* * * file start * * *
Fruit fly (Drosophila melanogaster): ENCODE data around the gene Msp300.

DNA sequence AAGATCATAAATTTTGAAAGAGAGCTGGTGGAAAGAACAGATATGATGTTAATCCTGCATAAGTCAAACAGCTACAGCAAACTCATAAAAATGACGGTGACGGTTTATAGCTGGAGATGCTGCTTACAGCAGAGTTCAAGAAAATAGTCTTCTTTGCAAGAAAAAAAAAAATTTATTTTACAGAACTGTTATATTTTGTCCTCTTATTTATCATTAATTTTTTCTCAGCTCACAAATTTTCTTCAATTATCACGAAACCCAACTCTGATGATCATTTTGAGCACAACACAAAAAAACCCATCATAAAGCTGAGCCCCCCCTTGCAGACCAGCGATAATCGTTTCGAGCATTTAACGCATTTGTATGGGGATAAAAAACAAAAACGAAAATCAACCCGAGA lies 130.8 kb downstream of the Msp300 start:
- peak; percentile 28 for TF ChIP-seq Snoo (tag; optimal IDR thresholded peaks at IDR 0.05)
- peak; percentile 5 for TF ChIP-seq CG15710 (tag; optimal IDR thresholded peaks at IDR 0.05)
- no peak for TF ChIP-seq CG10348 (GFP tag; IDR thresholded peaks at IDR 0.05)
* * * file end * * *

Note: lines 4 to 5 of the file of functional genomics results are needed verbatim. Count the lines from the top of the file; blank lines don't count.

- peak; percentile 5 for TF ChIP-seq CG15710 (tag; optimal IDR thresholded peaks at IDR 0.05)
- no peak for TF ChIP-seq CG10348 (GFP tag; IDR thresholded peaks at IDR 0.05)